The best cars of the 1970s | EngineBiscuit


If you’ve been around for over four decades, you’ve probably got a favorite car or two from the 1970s. Cars from that era were iconic; often long and sleek, designed to go fast but without the safety features we take for granted today. What were the best cars of the 1970s and your favorite on the list? Let’s look at some cars ranging from the 1970 Pontiac Trans Am to the Ford Mustang.

1970 AMC Gremlin | Warren K Leffler / US News & World Report Magazine Photograph Collection / PhotoQuest via Getty Images

The long hood of the 1970 Pontiac Trans Am is unforgettable

The best cars of the 1970s |  EngineBiscuit

1970 Pontiac TransAM | The Enthusiast Network via Getty Images via Getty Images

The 1970s Trans Am had a long nose and a shaker scoop, which you may remember as the bump on the hood of the car. According to Motor Trend, you could get the 1970 Trans Am with a bright blue interior, although they did away with it in 1971. The 1970 Trans Am was capable of 345 horsepower. Less than 4000 Trans Ams from 1970s have been made, which means if you’re looking for one you’ll be lucky to find it.

The 1970 AMC Gremlin was a bit hideous

A white 1970 AMC Gremlin on a white background.

1970 AMC Gremlin | Hulton Archives via Getty Images

The 1970 AMC Gremlin wasn’t exactly an attractive car, but it is certainly memorable. With its arched design and square spaceship rear, the Gremlin is remembered by many. All Collector Cars says he was not “particularly popular or reliable,” but that doesn’t prevent him from being well known. All Collector Cars notes that this was a competitor to the Ford Pinto, which is known to catch fire, so it’s surprising that Gremlin’s sales weren’t better. Add to that its initial cost of $ 1,879, and it’s a surprise the Gremlin didn’t persist.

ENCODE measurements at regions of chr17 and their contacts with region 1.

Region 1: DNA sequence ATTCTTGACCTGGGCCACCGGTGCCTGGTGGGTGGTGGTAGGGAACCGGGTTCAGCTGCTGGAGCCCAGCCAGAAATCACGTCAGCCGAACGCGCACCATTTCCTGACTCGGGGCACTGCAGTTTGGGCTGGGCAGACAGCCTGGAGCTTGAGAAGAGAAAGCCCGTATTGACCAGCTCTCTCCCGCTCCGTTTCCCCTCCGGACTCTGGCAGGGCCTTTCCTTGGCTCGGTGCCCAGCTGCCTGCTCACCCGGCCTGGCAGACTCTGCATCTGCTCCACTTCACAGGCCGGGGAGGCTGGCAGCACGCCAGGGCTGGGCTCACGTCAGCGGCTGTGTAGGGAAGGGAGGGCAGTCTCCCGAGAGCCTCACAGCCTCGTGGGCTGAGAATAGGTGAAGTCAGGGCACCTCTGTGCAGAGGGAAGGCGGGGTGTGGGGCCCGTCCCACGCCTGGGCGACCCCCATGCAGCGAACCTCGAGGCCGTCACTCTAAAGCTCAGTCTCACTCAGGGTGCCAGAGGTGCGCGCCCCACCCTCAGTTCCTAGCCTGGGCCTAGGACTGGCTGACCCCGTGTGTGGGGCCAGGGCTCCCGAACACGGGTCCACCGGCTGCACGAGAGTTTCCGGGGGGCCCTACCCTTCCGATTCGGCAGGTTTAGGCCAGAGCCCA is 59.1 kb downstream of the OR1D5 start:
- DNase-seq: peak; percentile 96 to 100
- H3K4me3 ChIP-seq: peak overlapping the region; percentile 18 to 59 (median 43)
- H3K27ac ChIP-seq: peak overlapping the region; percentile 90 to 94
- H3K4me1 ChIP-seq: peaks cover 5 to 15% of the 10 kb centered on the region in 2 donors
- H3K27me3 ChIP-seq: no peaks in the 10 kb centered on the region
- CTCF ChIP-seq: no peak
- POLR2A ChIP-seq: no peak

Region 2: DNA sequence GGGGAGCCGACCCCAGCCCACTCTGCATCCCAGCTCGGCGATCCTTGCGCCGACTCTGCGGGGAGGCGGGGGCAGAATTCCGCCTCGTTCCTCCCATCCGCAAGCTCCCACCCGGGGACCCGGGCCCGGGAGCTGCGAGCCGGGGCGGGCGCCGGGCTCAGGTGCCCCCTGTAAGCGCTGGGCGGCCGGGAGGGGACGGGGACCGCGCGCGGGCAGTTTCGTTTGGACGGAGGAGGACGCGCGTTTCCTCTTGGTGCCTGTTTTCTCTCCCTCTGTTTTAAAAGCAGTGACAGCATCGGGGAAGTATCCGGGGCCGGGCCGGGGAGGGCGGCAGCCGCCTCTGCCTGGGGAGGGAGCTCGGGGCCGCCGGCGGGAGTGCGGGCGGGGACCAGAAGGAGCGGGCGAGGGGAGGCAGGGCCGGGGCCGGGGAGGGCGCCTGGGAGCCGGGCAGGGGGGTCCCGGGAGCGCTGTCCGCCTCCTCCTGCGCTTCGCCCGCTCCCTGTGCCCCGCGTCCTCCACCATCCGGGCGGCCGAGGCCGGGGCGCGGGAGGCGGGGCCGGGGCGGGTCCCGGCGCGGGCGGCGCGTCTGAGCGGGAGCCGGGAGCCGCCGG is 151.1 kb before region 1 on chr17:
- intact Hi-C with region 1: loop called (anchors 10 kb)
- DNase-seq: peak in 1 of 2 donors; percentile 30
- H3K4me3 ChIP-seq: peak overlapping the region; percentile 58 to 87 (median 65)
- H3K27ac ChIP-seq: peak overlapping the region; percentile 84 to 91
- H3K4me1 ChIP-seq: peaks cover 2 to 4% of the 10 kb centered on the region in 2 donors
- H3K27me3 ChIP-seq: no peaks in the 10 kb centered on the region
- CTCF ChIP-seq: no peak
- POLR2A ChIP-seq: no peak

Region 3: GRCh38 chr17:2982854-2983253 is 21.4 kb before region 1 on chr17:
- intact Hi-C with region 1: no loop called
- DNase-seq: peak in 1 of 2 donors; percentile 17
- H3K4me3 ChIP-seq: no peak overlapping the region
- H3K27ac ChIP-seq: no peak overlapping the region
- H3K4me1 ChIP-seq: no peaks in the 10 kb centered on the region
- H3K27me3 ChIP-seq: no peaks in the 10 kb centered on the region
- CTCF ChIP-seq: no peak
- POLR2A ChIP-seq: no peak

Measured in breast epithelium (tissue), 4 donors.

The 1970 Jeep Wagoneer is a classic that is still a sign of the 1970s

A 1979 Jeep Wagoneer outside.

1979 Jeep Wagoneer | National Automobile Museum / Heritage Images via Getty Images

When you think back to the 1970s beach movies, images of the Jeep Wagoneer certainly spring to mind. They were a 1970s staple, the epitome of family vacations and surf trips to the coast. Its paneled sides give it a classic 1970s look that people will always pay a lot of money for.

According to Auto Week, the 1968 thru 1971 Jeep Wagoneers used a Buick engine. This engine was a 5.7 liter, 230 horsepower V8. 1970 also saw a change to the grille, giving it the ice cube tray look it’s known for.

The Ford Mustang from 1970

A Ford Mustang on an outdoor racing track.

Ford Mustang | Alvis Upitis via Getty Images

The 1970 Ford Mustang was one of the first muscle cars, and its image has persisted to this day. The Mustang was a competitor of the Trans Am, a rivalry that lasted for several decades. The 1970s Ford Mustang was the first to go from four headlights to two, according to MotorTrend. These headlights were mounted inside the grille, and the famous Mustang symbol sits in the center of the grille. MotorTrend also notes that the taillights were recessed into the 1970 model’s rear grille, a change from 1969.

Each of these cars has a unique trait (or traits) that make it memorable. Whether you like the look of the Trans Am or the vibe of the Wagoneer, these cars are reminiscent of the early days of design. While there may not be many on the road left, they definitely define a very memorable era of cars.

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